Sui Dhaaga of India – Saluting the Embroiderers

Sui Dhaaga of India – Saluting the Embroiderers

“With fingers weary and worn,
With eyelids heavy and red,
A woman sat in unwomanly rags,
Plying her needle and thread.”
(Thomas Hood)
Thread lends itself almost too quickly to metaphor. It is Threading the Needle (sui dhaaga) day today. You needle a thread; you channel your thoughts into a specific stream. Hence, it is not only a day for sewing and the ones who sew but a day for celebrating the victory of one path over various opposing views. Following that line, this article will try to explore the exquisite age-old tradition of Embroidery in India. Which is still reigning supreme with its concept of beauty and labour. Embroidery of India includes dozens of regional embroidery styles varying by different regions and has a wide variety materials. Let’s have a look at ‘Sui Dhaaga of India – Saluting the Embroiderers’.

Stitching: An Art Of Patience


Every single tiny stitch of a piece of embroidery craft is, most of the time, the creation of a woman’s fingers, twinged by the needle’s demands, her bowed head curving her torso into a C. They work day and night, incorporating their screams and silence, sweat and pain, into beautiful and extraordinary designs. The word “embroidery” has larger than life connotations to it. There is no option of undoing or redoing. Though nowadays there are methods like free-motion machine embroidery and computerised machine embroidery. It is still a process that demands an investment of patience and sense of beauty. Before computers were affordable, most machine embroideries were completed by punching designs on paper tape that then ran through an embroidery machine. One error could ruin an entire plan, forcing the creator to start over.


Kantha is a popular form of embroidery often practised by rural women. Kantha stitch makes simple quilts, commonly known as nakshi Kantha. Depending on the use of the finished product, they were known as Lepkantha or Sujni Kantha. The embroidered cloth has many applications including shawls, covers for mirrors, boxes, and pillows. In some cases, the entire fabric is covered with running stitches. Along with employing beautiful motifs of flowers, animals, birds and geometrical shapes, as well as themes from everyday activities. The stitching on the cloth gives it a slightly wrinkled, wavy effect. It has a different class of its own, and with improvements in technology. It is generating an aura, brighter and subtler.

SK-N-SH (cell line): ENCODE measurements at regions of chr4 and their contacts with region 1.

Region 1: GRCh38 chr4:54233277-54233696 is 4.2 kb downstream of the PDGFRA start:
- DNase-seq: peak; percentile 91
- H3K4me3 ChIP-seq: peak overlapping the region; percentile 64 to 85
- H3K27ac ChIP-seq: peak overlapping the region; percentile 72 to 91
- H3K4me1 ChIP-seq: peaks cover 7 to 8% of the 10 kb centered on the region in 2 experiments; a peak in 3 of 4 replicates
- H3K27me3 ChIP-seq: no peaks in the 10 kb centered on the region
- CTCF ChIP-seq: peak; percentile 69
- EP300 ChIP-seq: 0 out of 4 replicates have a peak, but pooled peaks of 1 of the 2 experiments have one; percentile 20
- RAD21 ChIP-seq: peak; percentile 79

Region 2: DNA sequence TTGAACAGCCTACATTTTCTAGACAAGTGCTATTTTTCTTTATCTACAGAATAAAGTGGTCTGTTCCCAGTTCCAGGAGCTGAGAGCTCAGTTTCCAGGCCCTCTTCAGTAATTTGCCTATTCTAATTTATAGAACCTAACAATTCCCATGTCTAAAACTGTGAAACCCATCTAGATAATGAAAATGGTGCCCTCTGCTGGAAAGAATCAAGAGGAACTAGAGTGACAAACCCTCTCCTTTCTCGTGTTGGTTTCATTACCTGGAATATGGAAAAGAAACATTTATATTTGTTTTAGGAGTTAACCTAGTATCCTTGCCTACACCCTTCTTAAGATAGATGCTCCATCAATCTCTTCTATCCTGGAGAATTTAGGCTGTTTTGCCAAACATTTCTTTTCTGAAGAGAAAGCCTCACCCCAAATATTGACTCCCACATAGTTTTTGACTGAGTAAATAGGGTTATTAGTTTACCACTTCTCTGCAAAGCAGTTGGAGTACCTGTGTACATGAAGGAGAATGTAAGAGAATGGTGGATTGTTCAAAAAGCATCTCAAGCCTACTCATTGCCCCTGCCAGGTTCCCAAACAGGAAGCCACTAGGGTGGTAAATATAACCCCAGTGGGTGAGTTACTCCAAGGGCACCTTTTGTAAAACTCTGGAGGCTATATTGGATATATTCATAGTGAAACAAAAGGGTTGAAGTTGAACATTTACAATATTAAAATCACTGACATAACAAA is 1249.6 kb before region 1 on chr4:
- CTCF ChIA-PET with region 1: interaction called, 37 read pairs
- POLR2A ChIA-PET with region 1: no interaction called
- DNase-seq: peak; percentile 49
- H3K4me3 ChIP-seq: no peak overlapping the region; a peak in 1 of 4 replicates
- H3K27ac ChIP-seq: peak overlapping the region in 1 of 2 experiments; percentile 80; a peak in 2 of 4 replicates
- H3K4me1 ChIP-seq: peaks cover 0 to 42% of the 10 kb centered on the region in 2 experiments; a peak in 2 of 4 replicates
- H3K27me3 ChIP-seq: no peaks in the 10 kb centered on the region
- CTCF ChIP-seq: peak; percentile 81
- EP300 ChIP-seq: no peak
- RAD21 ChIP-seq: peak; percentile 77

The Banjara Embroidery

There is another exquisite form of embroidery, that is the Banjara embroidery of which Karnataki Banjara crafts and Lambani crafts are the most vivid and popular. The spirit of roaming from places to places reflected a sense of liberty in the Banjaras or the nomadic tribes. It was this sense of continuity and freedom that was reflects through the Banjara embroidery designs. The traditional craft has been hand down from generation to generation, and Banjara communities strive to preserve the artwork that they have inherited from their forefathers.

Despite their gradual absorption into the mainstream of life, the Banjaras continue to keep in touch with their age-old customs, traditions and beliefs. Their artistic creation ranges from bags, belts, purses to apparels and many more utility objects that meet the changing tastes of present-day connoisseurs. There are 14 types of stitches in Banjara embroidery. They are Kilan, Vele, Bakkya, Maki, Suryakanti Maki, Kans, Tera Dora, Kaudi, Relo, Gadri, Bhuriya, Pote, Jollya, Nakra. Apart from these, there are other Various types of Indian embroidery crafts such as Kashida from Kashmir, Phulkari from Punjab, Chikankari from Uttar Pradesh, Kasuti embroidery from Karnataka and so forth.

Final Thoughts


The history of embroidery has in itself a glimpse of “the private inner world” of women, as a chronicler of the Korean tradition puts it. Because it has always tended to flourish in female and feminine spaces, that is the home; it is a kind of secret. To embroider is to embellish, to furnish a piece of cloth with a pint of fantasia and thus be momentarily free. Thus embroidery becomes an oxymoron in itself, letting the caged concepts of the beauty of mind and fingers free as well as stitching them fixed, channeling them through a mind-forged path. In this Threading the Needle Day (Sui Dhaaga), let us celebrate the eternal beauty engraved in those artworks and the toil imprinted upon them.

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